Sting, Bryan Ferry and Mark Knopfler unite to slam 'unnecessary' Newcastle arts cuts
Monday 17 December 2012
Prominent artists and musicians have joined forces to criticise a council's proposal to cut 100% of their arts funding.
In an open letter to Newcastle City Council, famous names connected to the region like Sting, Bryan Ferry and Mark Knopfler branded the authority's plans "totally unnecessary".
It is a "short-sighted attack on the arts" and the council risks "throwing away a shared cultural heritage that has been built up by generations and generations of ordinary people in the city", the letter said.
Neil Tennant, Lee Hall, Sir Thomas Allen, Antony Gormley, Robson Green and Jimmy Nail also signed the letter.
If the cuts are implemented, some of the venues affected will include the Theatre Royal, the Northern Stage and City Hall.
Musician Mark Knopfler said: "It is mortifying and shaming that these 100% cuts should be in Newcastle which has always enjoyed such a rich tradition in the arts."
Playwright Lee Hall said: "We understand that the arts should not be sacrosanct in a climate of retrenchment but the draconian and scorched earth nature of these proposals is self-defeating.
"The list of signatories demonstrates Newcastle is remarkable in having produced so many artists who did not come from privileged backgrounds."
The council should "rethink this baffling decision and find an appropriate way to preserve the arts in Newcastle", the letter concludes.
In response the council said it recognises that some of its decisions are not palatable but it can only spend the resources it has.
"Newcastle is one of the very few councils that is setting out three years of its budget rather than year by year and is therefore being much more transparent about the implications of the Government's austerity measures," a spokesman for the council said.
"We face unpalatable decisions which we know are counterproductive and, in many cases, false economy but the council can only spend the resources that it has as it faces losing more than a third of its budget over the next three years.
"The reason for a long-term approach is to be able to talk with cultural organisations to find alternative sources of funding, and we are having positive discussions with organisations across the city about what we need to do together."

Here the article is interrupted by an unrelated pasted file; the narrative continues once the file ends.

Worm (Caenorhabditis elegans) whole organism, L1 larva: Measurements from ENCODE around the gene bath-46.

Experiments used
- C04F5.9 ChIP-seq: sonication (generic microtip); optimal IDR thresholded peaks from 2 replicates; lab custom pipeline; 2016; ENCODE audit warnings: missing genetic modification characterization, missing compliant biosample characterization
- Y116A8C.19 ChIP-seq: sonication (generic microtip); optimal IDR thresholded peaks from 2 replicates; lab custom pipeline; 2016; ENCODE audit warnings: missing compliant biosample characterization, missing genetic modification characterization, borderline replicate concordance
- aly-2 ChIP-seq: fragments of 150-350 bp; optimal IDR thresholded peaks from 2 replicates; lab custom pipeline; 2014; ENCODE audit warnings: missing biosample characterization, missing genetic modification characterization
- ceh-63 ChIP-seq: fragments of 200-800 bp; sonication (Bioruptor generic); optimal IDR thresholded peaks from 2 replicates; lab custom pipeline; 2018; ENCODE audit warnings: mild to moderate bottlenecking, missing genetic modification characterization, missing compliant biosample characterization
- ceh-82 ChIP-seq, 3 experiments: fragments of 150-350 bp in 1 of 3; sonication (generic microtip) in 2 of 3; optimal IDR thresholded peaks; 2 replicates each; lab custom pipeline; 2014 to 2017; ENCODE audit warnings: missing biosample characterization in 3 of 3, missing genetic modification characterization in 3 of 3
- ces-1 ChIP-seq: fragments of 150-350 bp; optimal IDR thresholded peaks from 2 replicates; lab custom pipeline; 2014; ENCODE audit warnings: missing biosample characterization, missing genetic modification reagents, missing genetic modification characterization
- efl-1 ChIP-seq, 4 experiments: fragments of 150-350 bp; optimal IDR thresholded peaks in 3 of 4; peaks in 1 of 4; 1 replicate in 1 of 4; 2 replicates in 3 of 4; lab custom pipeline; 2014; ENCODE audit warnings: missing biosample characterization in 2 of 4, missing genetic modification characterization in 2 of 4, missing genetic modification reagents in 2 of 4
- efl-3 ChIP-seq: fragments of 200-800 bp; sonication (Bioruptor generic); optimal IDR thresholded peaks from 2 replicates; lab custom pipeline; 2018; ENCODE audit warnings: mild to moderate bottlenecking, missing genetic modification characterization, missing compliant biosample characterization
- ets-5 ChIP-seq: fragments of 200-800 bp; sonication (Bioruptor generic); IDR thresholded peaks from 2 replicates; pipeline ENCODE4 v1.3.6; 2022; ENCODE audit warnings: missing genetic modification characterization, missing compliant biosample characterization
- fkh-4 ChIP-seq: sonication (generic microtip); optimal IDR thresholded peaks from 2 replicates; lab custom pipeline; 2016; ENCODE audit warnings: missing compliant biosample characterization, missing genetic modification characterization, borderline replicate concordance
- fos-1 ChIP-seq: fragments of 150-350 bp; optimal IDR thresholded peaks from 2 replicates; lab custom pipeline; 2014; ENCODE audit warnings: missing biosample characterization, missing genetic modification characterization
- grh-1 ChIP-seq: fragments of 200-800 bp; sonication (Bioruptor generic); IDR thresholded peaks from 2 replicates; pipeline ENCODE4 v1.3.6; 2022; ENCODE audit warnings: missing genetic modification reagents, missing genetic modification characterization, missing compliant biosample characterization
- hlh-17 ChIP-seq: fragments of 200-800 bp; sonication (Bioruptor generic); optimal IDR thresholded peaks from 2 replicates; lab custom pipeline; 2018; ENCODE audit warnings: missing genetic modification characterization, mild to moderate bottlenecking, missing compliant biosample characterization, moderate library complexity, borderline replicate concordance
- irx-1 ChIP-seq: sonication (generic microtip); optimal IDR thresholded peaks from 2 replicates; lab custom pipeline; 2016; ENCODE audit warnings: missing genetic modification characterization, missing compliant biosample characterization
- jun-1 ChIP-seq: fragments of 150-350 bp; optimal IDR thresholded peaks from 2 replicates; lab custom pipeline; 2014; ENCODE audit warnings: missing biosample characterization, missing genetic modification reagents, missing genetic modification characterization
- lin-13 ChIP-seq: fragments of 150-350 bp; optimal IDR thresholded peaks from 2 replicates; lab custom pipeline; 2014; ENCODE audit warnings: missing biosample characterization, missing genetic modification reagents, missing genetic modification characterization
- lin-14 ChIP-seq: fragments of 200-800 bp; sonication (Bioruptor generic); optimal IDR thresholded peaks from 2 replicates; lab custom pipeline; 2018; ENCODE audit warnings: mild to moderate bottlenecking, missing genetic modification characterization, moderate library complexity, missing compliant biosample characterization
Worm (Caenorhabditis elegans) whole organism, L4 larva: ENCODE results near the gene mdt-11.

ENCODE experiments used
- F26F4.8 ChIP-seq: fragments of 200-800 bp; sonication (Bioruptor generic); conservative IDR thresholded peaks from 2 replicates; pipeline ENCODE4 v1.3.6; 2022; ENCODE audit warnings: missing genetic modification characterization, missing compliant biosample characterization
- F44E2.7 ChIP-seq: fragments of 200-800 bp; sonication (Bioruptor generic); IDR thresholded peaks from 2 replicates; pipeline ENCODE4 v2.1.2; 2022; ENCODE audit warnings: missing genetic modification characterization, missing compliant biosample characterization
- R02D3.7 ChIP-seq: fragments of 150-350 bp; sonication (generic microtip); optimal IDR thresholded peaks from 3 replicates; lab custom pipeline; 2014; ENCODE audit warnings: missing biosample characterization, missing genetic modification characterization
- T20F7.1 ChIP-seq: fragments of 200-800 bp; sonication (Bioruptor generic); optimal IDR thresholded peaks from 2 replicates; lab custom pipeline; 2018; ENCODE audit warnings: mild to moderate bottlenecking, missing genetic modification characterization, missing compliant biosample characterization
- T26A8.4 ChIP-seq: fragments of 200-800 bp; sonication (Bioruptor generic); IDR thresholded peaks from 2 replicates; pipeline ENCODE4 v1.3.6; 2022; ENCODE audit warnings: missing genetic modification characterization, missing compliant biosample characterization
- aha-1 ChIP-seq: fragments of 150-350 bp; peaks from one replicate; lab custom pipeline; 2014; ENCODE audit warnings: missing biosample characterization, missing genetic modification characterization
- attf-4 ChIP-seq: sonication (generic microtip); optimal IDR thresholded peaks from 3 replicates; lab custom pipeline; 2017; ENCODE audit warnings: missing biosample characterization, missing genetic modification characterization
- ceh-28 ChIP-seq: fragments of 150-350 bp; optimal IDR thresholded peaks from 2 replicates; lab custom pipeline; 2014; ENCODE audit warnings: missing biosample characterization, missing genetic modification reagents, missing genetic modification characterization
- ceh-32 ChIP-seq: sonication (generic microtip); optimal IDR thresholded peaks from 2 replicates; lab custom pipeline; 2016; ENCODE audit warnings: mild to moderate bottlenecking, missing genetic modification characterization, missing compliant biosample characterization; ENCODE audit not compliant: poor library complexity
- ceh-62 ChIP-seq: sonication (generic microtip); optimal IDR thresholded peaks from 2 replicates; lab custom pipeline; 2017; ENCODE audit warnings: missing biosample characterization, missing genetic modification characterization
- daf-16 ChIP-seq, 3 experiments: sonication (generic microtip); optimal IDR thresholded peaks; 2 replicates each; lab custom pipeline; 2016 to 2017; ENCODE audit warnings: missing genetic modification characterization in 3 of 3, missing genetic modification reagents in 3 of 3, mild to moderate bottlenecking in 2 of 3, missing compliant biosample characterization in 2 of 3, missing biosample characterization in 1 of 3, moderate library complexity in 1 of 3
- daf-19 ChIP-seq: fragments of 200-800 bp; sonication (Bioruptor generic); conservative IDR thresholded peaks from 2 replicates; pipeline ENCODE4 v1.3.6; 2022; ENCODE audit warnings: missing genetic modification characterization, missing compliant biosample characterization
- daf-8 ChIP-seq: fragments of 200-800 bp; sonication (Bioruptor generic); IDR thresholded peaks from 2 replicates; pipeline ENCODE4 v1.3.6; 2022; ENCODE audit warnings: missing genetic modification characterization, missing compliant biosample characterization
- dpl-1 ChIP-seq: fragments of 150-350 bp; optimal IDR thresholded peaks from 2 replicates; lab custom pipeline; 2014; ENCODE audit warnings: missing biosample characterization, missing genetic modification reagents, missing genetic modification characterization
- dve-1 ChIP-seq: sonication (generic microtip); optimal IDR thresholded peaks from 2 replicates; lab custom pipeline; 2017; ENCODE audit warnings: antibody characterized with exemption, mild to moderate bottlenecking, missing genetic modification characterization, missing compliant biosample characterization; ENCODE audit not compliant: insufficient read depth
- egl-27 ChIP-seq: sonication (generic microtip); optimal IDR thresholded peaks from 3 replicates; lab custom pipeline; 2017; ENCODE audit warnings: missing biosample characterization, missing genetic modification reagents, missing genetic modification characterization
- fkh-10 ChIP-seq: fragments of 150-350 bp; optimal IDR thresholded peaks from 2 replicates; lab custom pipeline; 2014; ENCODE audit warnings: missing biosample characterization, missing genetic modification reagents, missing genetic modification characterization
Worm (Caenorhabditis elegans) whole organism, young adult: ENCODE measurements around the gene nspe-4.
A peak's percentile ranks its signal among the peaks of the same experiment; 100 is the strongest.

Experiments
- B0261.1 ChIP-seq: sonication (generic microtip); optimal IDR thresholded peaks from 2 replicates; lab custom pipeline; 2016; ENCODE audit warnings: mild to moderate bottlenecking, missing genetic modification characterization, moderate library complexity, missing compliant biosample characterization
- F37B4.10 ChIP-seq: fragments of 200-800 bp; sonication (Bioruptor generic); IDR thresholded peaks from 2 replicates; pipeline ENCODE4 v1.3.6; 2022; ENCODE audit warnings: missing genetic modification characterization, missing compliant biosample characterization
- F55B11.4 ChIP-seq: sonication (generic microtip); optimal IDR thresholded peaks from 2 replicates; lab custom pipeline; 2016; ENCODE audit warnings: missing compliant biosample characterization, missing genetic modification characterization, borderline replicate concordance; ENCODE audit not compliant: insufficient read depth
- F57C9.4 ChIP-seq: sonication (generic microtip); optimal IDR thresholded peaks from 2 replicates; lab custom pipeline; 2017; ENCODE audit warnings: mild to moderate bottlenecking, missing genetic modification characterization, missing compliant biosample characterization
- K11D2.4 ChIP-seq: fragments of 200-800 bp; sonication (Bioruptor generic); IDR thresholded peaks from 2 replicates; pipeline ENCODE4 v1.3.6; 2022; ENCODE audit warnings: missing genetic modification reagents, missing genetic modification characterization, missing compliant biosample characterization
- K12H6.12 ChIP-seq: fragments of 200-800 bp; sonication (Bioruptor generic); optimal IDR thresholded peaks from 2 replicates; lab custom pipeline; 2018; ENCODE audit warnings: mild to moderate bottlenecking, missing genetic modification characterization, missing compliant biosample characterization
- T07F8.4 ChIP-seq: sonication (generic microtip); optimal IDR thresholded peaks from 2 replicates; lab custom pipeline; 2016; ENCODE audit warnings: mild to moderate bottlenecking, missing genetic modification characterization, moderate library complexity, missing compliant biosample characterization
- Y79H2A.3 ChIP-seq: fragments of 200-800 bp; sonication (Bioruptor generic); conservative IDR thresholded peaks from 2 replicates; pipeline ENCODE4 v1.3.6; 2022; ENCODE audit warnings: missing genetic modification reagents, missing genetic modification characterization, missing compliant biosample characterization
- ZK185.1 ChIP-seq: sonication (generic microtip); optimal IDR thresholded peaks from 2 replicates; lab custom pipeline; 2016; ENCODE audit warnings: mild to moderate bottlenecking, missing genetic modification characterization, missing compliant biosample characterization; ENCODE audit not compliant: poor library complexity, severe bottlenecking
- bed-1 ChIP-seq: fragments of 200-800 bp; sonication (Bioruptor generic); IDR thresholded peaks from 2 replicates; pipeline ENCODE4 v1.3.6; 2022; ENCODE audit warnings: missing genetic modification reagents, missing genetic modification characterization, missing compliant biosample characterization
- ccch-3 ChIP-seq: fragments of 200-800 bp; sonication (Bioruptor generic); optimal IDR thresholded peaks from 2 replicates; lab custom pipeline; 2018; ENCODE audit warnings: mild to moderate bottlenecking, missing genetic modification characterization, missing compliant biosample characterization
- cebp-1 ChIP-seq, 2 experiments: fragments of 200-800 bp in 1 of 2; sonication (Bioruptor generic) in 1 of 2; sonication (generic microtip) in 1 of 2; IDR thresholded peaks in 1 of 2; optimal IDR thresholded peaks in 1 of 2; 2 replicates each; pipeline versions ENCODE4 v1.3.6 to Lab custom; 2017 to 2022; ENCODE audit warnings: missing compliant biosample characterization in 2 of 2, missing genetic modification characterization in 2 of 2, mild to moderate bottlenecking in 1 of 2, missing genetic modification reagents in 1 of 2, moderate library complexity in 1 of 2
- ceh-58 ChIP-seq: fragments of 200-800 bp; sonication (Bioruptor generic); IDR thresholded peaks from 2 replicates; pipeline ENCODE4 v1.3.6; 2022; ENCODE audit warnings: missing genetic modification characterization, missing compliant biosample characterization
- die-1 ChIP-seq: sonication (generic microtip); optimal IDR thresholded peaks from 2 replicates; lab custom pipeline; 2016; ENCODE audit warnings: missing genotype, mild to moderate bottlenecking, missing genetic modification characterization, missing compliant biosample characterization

Is the comedy album making a comeback?comedy
Arts & Ents blogs
- 1 What if 35 Palestinians had died, and 800 Israelis?
- 2 Disney heiress Abigail disowns her share of family profits in West Bank company
- 3 The secret report that helps Israel hide facts
- 4 'Women should not laugh in public,' says Turkey's Deputy Prime Minister in morality speech
- 5 Ross Burden dead: MasterChef and Ready Steady Cook star dies at age 45 after suffering from cancer
Led Zeppelin to release alternative Stairway To Heaven after 43 years
Best movies on Netflix UK and US: 32 films that will end your endless scrolling
Freddie Prinze Jr on 24: 'Kiefer Sutherland was the most unprofessional dude in the world – I hated every moment of it'
50 best running songs: From Avicii and Pharrell Williams to the classic 'Eye of the Tiger'
Coolio has sold his soul to Pornhub
The secret report that helps Israel hide facts
A day in the life of Vladimir Putin: The dictator in his labyrinth
Woman and two children killed by mob in riots over 'blasphemous' Facebook post in Pakistan
Putin is 'thuggish, dishonest and reckless', says British ambassador to US
A new Russian revolution: The cracks are starting to appear in Putin’s Kremlin power bloc
Were 'Poor Doors' added to mixed developments so wealthy residents don't have to go in alongside social housing tenants?
- < Previous
- Next >